The Washington Nationals are currently in a position to stock up on pitching depth, which makes Tim Lincecum a very intriguing rotation candidate.
The Washington Nationals are currently lacking a fifth starting pitcher, but appear willing to hold a Spring Training competition for the spot. As of right now, A.J. Cole, Erick Fedde, and Tommy Milone would compete for the job, but more options would not hurt.
If the Nats are open to handing out a few minor league contracts with invitations to major league Spring Training, Tim Lincecum certainly deserves a look.
Lincecum, now 33, emerged as an elite starting pitcher with the San Francisco Giants in 2007. His prime, albeit brief, was marvelous. He has certainly fallen from grace since then, but he is still one of the most decorated players in the league.
Throughout his career, Lincecum has won three World Series, two Cy Young Awards, led the National League in strikeouts three times, was named an All-Star four times, and pitched two no-hitters. Somehow, most of these accolades occurred between 2008 and 2011.
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Unfortunately for Lincecum, his delivery never seemed healthy nor repeatable, and it eventually caught up to him. After vast regression with the Giants, he moved down the California coast and joined the Angels.
With the Angels, Lincecum hit rock bottom. He was given a shot in their rotation, but struggled immensely. In nine starts with the Angels, he went 2-6 with a 9.16 ERA.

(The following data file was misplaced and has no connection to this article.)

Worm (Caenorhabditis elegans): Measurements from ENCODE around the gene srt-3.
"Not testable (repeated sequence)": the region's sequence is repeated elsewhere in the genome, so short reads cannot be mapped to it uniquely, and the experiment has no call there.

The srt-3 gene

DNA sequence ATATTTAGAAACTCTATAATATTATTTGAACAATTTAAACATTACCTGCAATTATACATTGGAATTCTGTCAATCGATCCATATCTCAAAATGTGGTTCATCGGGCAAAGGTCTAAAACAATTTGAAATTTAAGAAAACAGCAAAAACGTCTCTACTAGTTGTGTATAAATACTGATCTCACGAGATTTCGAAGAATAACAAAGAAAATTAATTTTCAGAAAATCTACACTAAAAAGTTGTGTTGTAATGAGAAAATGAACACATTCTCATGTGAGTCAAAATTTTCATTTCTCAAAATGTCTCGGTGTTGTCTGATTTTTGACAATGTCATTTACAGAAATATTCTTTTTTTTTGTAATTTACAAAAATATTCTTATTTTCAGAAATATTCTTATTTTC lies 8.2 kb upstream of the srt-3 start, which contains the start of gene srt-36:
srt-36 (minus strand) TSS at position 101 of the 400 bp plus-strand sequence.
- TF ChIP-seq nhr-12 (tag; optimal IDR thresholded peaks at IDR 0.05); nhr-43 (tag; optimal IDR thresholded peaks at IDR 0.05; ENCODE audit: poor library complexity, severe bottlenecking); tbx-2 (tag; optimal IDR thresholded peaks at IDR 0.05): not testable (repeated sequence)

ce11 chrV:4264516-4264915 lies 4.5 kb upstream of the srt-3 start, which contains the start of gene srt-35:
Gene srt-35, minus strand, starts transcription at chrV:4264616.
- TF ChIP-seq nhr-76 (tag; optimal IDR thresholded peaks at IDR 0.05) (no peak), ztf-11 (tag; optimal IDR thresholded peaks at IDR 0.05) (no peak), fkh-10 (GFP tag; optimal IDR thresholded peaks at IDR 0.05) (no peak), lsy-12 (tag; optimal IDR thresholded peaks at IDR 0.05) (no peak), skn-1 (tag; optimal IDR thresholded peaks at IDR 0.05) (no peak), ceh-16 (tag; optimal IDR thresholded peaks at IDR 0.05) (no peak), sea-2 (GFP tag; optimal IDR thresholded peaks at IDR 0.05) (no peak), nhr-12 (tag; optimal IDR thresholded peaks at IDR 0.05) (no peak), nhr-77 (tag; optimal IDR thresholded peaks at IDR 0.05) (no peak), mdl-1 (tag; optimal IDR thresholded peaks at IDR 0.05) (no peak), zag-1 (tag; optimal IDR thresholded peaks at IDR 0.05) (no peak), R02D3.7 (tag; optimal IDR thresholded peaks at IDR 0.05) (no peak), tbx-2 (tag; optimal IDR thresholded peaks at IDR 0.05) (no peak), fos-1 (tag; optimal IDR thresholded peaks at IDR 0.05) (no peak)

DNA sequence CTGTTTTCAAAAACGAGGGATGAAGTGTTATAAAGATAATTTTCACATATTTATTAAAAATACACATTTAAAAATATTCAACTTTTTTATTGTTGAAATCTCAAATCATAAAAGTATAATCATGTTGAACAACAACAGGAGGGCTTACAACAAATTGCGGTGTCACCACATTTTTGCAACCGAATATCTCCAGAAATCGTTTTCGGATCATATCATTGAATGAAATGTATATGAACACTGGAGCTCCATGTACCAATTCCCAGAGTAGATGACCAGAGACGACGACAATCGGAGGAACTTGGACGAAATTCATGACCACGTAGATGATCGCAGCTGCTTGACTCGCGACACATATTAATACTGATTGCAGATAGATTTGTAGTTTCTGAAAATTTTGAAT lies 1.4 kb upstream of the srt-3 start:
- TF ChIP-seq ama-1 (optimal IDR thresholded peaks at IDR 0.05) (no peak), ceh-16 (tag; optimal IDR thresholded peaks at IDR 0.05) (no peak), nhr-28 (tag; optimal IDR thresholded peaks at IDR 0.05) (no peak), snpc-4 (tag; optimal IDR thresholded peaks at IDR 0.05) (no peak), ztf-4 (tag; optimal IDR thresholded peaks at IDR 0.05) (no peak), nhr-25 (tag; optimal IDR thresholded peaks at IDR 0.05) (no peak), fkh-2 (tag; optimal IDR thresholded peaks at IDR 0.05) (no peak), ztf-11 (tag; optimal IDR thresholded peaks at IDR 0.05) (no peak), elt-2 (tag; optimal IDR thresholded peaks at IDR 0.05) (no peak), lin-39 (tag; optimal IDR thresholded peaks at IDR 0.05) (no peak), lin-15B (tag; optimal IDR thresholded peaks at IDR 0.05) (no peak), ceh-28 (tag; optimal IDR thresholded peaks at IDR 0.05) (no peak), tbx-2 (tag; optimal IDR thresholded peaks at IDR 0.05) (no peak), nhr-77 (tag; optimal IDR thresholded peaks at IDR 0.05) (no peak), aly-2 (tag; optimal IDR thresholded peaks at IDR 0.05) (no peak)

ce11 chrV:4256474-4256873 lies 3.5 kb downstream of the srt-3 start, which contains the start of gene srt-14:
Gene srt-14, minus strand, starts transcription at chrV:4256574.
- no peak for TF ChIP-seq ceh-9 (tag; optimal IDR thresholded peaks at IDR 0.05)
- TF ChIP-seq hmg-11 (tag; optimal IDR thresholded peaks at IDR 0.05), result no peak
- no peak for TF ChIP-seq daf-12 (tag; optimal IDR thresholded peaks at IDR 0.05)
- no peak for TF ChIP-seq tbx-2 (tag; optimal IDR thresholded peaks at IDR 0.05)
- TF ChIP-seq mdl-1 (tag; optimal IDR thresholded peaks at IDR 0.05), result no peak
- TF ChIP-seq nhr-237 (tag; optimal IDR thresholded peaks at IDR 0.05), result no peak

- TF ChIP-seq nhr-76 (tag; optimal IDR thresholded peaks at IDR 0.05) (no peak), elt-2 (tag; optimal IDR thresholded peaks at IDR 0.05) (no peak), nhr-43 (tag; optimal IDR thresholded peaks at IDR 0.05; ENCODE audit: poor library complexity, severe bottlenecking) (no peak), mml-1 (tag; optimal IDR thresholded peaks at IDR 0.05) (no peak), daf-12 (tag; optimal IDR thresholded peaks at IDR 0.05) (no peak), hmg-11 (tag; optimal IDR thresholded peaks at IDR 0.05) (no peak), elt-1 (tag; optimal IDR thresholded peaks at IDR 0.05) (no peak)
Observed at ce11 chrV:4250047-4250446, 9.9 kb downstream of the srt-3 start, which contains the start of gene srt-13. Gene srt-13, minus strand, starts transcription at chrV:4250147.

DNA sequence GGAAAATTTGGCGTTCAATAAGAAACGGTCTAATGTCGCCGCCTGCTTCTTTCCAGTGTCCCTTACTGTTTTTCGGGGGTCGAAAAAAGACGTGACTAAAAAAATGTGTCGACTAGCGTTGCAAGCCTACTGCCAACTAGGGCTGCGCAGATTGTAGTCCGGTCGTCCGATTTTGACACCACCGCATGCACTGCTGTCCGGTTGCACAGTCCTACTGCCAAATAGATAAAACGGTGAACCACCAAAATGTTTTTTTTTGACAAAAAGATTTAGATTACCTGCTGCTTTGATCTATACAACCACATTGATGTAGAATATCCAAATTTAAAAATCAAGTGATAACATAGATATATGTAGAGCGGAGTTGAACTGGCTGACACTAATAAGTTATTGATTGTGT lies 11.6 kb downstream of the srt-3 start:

Now, after spending 2017 away from baseball, Lincecum is attempting a comeback. He was recently pictured working out with Adam Ottavino in his home state of Washington, and appeared to be in amazing shape. Although Lincecum once resembled a string bean, he has put on quite a bit of muscle. Perhaps, this will allow him to return to form.
Lincecum, himself, has not made a public statement, but Ottavino and the owner of Driveline Baseball, the facility he was pictured at, have said that Lincecum is attempting a comeback and will pitch in a showcase soon.
If Lincecum is actually attempting a comeback, the Nats should be first in line to take a flier on him. There is little to no chance that Lincecum will receive more than a minor league contract with an invitation to major league Spring Training, so there is practically no risk involved.
If the Nats sign Lincecum to a minor league contract and he impresses in Spring Training, then he can fill the hole in the rotation. If he struggles in Spring Training, then he can either be released or pitch in the minors; no harm, no foul.
Although it may be unlikely that Lincecum ever returns to the major leagues, he is certainly worth taking a chance on. When paired with the minimal risk involved, his potential to become “The Freak” again is irresistible.